Dr. Larry Kelley, of Richmond, Ky., holds a smallmouth caught on Buck Creek in Kentucky. Buck Creek offers incredible scenery comprised of bluffs, caves and crystal clear water. The creek also has bountiful populations of smallmouth and rock bass.
No other stream in Kentucky has caves that flow cold air and fog over the water, springs that gurgle fresh water along the bank and rugged beauty that rivals the Red River Gorge. Nothing else resembles Buck Creek in Pulaski County; it even has a tributary that appears from one cave, flows aquamarine for less than a football field before disappearing into another cave.
A series of floats on this remarkable resource immerses the paddler into the power of water in a karst environment and its ability to carve a steep gorge into the Cumberland Plateau through the millennia. The Buck Creek drainage has over 90 documented caves. The cleansing effect of water moving through rock contributes to the creek’s exceptional water quality.
Buck Creek’s pristine water is home to 77 species of fish and 30 species of mussels, nine of which are considered rare. The water of the creek nourishes the extremely rare cumberlandian combshell mussel, the little-wing pearly mussel and Cumberland bean pearly mussel, all listed as endangered species by the U.S. Fish and Wildlife Service.
Paddling the creek in the usual low water of fall grants perfect water conditions for families and beginners; however, boaters can expect to periodically drag their boats over shallow shoals and stream drops.
Buck Creek is home to a healthy population of smallmouth bass and an incredibly strong population of rock bass. The fishing for both of the species is some of the best found in streams in southeastern Kentucky.
The first float begins at the Dahl Road Access (KY 1677), which is actually located just a short distance down Rainey Road, which forks south at the Dahl Road Bridge. The access is located on the left, so look for the “No Dumping” sign. The take-out is a little over 4 miles downstream at the old KY 80 Bridge in the community of Stab. This makes an excellent half-day float.
The creek flows to the left just after the put-in along a bluff and the craggy rocks along the right bank (looking downstream) hold smallmouth bass. The water of Buck Creek flows exceptionally clear in fall. Downsizing line selection to 4-pound-test fluorocarbon line lends a great degree of stealth.
Buck Creek smallmouth bass like minnow imitations in the fall. Soft plastic jerkbaits rigged weightless in the smoke-bluegill color draw strikes as well as chrome and black floating-diving minnow lures such as a Rapala.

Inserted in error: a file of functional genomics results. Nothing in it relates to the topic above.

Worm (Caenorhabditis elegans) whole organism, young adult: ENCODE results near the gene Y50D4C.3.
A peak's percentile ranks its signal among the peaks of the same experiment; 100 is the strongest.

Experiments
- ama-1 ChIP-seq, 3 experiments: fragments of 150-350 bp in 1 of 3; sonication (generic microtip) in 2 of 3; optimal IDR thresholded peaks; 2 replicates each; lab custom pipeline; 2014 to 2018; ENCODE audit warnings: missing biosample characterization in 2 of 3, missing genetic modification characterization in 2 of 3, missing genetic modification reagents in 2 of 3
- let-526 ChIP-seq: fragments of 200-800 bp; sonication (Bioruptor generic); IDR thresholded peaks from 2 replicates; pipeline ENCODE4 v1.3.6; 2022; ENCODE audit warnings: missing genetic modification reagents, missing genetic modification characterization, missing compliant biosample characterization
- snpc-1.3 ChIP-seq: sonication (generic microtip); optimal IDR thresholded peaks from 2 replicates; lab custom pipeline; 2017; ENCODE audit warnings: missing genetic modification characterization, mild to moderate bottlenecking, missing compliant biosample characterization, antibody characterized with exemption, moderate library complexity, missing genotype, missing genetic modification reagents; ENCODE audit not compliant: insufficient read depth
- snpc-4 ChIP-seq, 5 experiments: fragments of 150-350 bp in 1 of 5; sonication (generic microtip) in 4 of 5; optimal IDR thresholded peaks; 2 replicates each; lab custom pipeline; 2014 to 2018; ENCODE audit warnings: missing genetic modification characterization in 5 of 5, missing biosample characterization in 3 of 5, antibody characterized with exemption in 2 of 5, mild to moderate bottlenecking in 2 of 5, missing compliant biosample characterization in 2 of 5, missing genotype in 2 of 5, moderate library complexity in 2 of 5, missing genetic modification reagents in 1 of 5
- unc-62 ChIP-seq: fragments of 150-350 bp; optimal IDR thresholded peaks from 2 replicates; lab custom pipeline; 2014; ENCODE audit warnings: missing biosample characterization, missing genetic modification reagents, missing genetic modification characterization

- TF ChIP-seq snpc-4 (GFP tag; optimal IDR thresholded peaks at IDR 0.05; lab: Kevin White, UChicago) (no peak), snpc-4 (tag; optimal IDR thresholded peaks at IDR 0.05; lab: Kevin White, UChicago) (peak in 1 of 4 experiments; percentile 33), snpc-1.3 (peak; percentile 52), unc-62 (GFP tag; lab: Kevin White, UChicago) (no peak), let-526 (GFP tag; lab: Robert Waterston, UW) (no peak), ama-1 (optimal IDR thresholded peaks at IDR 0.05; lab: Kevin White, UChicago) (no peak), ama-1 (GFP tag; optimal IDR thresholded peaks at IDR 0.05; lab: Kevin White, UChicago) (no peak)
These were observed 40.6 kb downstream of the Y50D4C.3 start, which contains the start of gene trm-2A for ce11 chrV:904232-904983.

After flowing straight over shallow bars, the creek then bends hard to the right and some gorgeous, bulging exposed rocks appear. The shady water under overhanging rocks is a fantastic smallmouth hide on Buck Creek in autumn. The Rapala is a productive choice in these areas.
The stream makes a long bend to the left and the bluffs that rise on the right signal Buck Creek’s descent into the northern edge of the Cumberland Plateau.
The creek then bends to the right and back left with exposed rock high above the paddler. After another sharp bend to the right, the KY 80 Bridge comes into view. The take-out is on the right at the old KY 80 Bridge (Stab Road), immediately downstream of the new bridge.
This is also the put-in for the next float that constitutes some of the best smallmouth bass water in Buck Creek. The take-out is about 7 ½ miles downstream at the Bent Road bridge (KY 1003).
Just downstream of the put-in, Buck Creek takes a nearly 180-degree turn to the left, the water’s force through the centuries scouring a gorgeous blue-gray bluff. This rock-strewn water at the base of the cliff holds smallmouth bass.
Buck Creek then flows straight for a time before a hard bend to the right and enters a doorknob-shaped bend, signaling the beginning of what is known as The Bent, and some of the most scenic paddling in Kentucky.
The Bent makes nearly a half square as Buck Creek carves its way down into limestone of the St. Genevieve and St. Louis formations, formed by ancient seas millions of years ago.
At higher flows, Buck Creek wants to push boats up against the base of these bluffs. Paddlers should watch out for strainers such as fallen trees that can quickly flip a canoe or kayak.